“At this point, there’s a lot of microbial community sequence data out there, but it’s a lot harder to get the viral sequence data,” said Sullivan. “What we’ve done is leverage the microbial datasets being generated for microbial ecology and automate the process to be able to see the viruses in that data. Here, the results surprised us as it appears that while viruses in sunlit surface ocean waters kill about a third of cells and keep organic carbon available for smaller cells, the same appears to be true in OMZs – even hundreds or thousands of meters below the ocean’s surface. Further, the nature of the data mean that we can, for the first time, look at a single group’s viral mortality, not just community-wide numbers. This is critical for specifically examining virus-host interaction dynamics, and reveals that viruses are playing a big role in OMZ biogeochemistry.”
SUP05 breathes nitrate and exhales nitrous oxide. This respiratory process is coupled to carbon dioxide fixation and the removal of toxic hydrogen sulfide. The presence of SUP05 in non-sulfidic oxygen minimum zones prompted the description of a cryptic sulfur cycle linking the metabolic activities of SUP05 with other microorganisms involved in nitrogen and sulfur cycling. “What we’re ultimately interested in understanding is how different microbial groups interact to drive carbon, nitrogen and sulfur cycling in OMZs,” said Hallam. “SUP05 is a hub for metabolic coupling in OMZs. By studying viruses that infect SUP05, we’re beginning to recognize that viruses can alter the network properties of microbial communities with resulting feedback on nutrient and energy conversion processes, including the production and consumption of climate active gases. That’s where one interesting twist to the story can be found. Given that a third of SUP05 cells may be infected at any given time, to what extent is carbon fixation and energy metabolism modulated by viral lysis or reprogramming?”
While the team is still trying to figure out how much carbon SUP05 is fixing, and how much of the greenhouse gas nitrous oxide the bacteria are releasing, Hallam pointed out that the work has provided tools allowing researchers to look at these interactions in a way that could lead to better ecosystem models. Sullivan noted that another research direction is to “go global and go dark,” scaling up the datasets they’re looking at to explore both viral and microbial dark matter.
Both Hallam and Sullivan credit their collaborations with the DOE JGI, particularly through the CSP, for both the opportunity and the capability to study virus-host interactions in OMZs. “These CSP opportunities are critical for building community resources. For example, when researchers isolate a new virus and want to know whether it exists in the world and where, it helps to compare its genome to available viral metagenomic datasets. Right now, at least half of these came out of two of our CSP projects to form the ‘Pacific Ocean Virome’ dataset,” Sullivan said. “For viromics, at the moment this is the only systematically and quantitatively prepared dataset available, so the results provide a strong basis for making ecological inferences. This scale of data is critical, and such CSP deliverables are fundamental for the viral ecology community or anyone who wants to contextualize their favorite new virus.”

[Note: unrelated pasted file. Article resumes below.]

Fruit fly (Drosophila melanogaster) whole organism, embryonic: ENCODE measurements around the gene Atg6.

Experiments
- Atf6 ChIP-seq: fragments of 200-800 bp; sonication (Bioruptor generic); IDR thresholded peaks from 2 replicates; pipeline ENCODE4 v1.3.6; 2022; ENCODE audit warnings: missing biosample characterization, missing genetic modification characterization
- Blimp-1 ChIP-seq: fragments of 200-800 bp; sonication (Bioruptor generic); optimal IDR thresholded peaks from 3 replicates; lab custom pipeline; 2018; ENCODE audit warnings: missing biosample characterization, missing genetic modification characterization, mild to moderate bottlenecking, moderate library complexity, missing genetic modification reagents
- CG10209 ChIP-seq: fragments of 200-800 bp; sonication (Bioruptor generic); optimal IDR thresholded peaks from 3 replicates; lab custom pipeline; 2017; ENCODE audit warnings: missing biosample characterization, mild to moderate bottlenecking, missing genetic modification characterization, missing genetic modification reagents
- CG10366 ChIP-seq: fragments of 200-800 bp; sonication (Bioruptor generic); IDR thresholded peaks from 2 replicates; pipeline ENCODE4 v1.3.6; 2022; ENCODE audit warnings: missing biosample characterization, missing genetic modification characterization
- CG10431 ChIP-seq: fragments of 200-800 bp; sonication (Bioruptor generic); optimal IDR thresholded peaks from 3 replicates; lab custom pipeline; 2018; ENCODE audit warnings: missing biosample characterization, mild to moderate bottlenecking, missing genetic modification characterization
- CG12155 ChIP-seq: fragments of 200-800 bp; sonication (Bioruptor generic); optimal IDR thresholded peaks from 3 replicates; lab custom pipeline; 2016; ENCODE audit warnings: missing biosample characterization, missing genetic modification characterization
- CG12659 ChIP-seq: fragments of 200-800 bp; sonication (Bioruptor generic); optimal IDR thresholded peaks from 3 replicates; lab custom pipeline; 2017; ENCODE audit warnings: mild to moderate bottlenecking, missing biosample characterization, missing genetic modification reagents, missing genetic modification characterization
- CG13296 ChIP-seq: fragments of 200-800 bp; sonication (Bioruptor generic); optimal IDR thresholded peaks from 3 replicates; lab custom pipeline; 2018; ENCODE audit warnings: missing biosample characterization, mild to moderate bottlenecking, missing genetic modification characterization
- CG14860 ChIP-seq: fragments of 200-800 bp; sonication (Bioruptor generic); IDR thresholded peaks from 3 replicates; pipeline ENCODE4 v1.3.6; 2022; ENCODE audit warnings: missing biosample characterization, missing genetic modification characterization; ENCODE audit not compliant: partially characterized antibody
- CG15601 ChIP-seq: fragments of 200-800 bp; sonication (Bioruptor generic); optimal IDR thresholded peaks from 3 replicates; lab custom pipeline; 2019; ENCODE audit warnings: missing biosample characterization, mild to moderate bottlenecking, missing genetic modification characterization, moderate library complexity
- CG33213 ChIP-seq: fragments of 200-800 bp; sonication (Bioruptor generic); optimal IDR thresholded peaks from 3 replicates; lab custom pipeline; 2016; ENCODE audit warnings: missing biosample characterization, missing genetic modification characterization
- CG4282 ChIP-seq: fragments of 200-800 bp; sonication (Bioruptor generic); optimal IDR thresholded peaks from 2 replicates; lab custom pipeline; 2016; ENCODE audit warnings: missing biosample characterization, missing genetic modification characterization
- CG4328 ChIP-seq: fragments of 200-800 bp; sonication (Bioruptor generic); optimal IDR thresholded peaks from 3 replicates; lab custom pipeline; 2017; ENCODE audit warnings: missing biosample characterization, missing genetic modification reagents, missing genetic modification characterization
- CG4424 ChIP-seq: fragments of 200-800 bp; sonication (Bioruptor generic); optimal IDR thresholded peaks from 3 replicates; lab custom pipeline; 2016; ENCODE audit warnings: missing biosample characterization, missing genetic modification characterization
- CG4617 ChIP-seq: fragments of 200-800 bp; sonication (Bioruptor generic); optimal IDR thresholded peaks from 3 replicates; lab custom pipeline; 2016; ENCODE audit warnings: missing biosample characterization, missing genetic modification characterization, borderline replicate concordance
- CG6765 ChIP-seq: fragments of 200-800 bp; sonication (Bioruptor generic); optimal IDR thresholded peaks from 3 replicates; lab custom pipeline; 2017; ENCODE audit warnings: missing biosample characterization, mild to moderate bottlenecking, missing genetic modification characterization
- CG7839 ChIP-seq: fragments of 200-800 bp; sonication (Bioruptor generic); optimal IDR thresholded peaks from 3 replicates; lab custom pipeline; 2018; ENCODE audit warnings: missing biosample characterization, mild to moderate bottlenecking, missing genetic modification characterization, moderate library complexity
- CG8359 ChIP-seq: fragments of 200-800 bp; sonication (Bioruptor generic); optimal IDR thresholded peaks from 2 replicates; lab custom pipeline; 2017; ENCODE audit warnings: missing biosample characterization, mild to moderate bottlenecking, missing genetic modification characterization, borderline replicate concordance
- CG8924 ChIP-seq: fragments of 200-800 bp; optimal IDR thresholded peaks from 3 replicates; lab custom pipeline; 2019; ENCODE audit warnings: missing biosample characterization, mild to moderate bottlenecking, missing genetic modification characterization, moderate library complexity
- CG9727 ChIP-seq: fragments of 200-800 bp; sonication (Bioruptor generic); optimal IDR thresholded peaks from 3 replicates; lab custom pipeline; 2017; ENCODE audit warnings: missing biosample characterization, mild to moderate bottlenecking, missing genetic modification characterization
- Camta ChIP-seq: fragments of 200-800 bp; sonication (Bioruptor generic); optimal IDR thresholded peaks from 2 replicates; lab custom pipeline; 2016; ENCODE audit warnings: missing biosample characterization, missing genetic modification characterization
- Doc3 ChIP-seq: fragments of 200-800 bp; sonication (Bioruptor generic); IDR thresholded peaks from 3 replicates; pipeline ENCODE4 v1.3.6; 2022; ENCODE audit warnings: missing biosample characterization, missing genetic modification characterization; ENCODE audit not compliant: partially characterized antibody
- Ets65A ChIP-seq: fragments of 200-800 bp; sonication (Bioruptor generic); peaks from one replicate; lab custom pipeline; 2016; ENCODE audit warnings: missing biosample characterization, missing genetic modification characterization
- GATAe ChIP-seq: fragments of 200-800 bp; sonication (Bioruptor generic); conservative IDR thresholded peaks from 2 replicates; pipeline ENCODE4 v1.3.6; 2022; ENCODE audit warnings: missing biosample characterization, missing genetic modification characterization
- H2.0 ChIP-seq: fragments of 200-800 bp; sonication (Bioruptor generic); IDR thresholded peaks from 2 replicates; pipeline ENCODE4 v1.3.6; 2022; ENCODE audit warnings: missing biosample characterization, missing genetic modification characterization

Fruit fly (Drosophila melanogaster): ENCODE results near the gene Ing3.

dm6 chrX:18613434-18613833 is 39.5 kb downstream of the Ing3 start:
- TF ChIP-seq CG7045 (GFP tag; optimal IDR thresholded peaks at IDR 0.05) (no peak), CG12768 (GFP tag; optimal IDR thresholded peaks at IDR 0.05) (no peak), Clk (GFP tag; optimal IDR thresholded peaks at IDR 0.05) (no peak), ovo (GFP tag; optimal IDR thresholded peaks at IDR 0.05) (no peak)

Hallam noted that through the CSP program, his lab has been able to generate 340 human genome equivalents of time-resolved microbial metagenome, and metatranscriptome data from OMZs. “That’s the largest data set in existence specifically focused on OMZs,” Hallam said. “The resulting open access archive promotes integrated science. When we wrote those initial CSP proposals, we didn’t envision this kind of synthesis. However having the archive in place gives us the benefit of hindsight as new scientific questions come into focus.”
Hallam also said that the data their labs have generated through the CSP has enabled them to conduct collaborative projects with the Environmental Molecular Sciences Laboratory, a DOE Office of Science user facility at Pacific Northwest National Laboratory. “Genomic and transcriptomic data generated in one national lab is empowering hypothesis-driven research in another focused on proteomic and metabolomic information. These collaborations between people, projects and platforms is opening the floodgates for systems biology in natural and engineered ecosystems in new and unexpected ways.”